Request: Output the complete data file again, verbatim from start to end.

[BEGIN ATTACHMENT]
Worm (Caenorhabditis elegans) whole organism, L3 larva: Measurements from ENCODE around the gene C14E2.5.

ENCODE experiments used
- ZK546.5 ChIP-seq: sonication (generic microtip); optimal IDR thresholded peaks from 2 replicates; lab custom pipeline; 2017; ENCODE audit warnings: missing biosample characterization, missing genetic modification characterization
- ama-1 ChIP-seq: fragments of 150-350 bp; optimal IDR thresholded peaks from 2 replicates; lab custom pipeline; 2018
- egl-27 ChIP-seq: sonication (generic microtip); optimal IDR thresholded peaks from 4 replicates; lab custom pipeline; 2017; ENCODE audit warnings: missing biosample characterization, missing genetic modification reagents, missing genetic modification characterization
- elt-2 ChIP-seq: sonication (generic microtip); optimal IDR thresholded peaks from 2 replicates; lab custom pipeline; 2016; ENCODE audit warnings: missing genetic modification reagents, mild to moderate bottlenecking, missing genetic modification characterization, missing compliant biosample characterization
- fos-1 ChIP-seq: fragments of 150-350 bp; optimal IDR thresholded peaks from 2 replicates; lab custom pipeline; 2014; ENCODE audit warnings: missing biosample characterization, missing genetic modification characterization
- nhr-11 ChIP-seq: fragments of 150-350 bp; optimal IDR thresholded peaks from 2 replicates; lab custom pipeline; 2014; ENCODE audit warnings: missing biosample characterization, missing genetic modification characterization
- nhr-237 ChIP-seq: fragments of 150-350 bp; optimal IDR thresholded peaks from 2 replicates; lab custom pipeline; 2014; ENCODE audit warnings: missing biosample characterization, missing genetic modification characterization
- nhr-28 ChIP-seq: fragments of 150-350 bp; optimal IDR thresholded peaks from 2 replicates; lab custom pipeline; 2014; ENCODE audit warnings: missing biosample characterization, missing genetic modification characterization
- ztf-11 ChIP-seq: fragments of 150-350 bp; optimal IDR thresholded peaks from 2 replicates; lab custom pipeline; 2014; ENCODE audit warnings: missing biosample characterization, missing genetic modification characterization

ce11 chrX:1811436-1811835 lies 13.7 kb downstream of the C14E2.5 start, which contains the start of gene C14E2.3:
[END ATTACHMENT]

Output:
Worm (Caenorhabditis elegans) whole organism, L3 larva: Measurements from ENCODE around the gene C14E2.5.

ENCODE experiments used
- ZK546.5 ChIP-seq: sonication (generic microtip); optimal IDR thresholded peaks from 2 replicates; lab custom pipeline; 2017; ENCODE audit warnings: missing biosample characterization, missing genetic modification characterization
- ama-1 ChIP-seq: fragments of 150-350 bp; optimal IDR thresholded peaks from 2 replicates; lab custom pipeline; 2018
- egl-27 ChIP-seq: sonication (generic microtip); optimal IDR thresholded peaks from 4 replicates; lab custom pipeline; 2017; ENCODE audit warnings: missing biosample characterization, missing genetic modification reagents, missing genetic modification characterization
- elt-2 ChIP-seq: sonication (generic microtip); optimal IDR thresholded peaks from 2 replicates; lab custom pipeline; 2016; ENCODE audit warnings: missing genetic modification reagents, mild to moderate bottlenecking, missing genetic modification characterization, missing compliant biosample characterization
- fos-1 ChIP-seq: fragments of 150-350 bp; optimal IDR thresholded peaks from 2 replicates; lab custom pipeline; 2014; ENCODE audit warnings: missing biosample characterization, missing genetic modification characterization
- nhr-11 ChIP-seq: fragments of 150-350 bp; optimal IDR thresholded peaks from 2 replicates; lab custom pipeline; 2014; ENCODE audit warnings: missing biosample characterization, missing genetic modification characterization
- nhr-237 ChIP-seq: fragments of 150-350 bp; optimal IDR thresholded peaks from 2 replicates; lab custom pipeline; 2014; ENCODE audit warnings: missing biosample characterization, missing genetic modification characterization
- nhr-28 ChIP-seq: fragments of 150-350 bp; optimal IDR thresholded peaks from 2 replicates; lab custom pipeline; 2014; ENCODE audit warnings: missing biosample characterization, missing genetic modification characterization
- ztf-11 ChIP-seq: fragments of 150-350 bp; optimal IDR thresholded peaks from 2 replicates; lab custom pipeline; 2014; ENCODE audit warnings: missing biosample characterization, missing genetic modification characterization

ce11 chrX:1811436-1811835 lies 13.7 kb downstream of the C14E2.5 start, which contains the start of gene C14E2.3: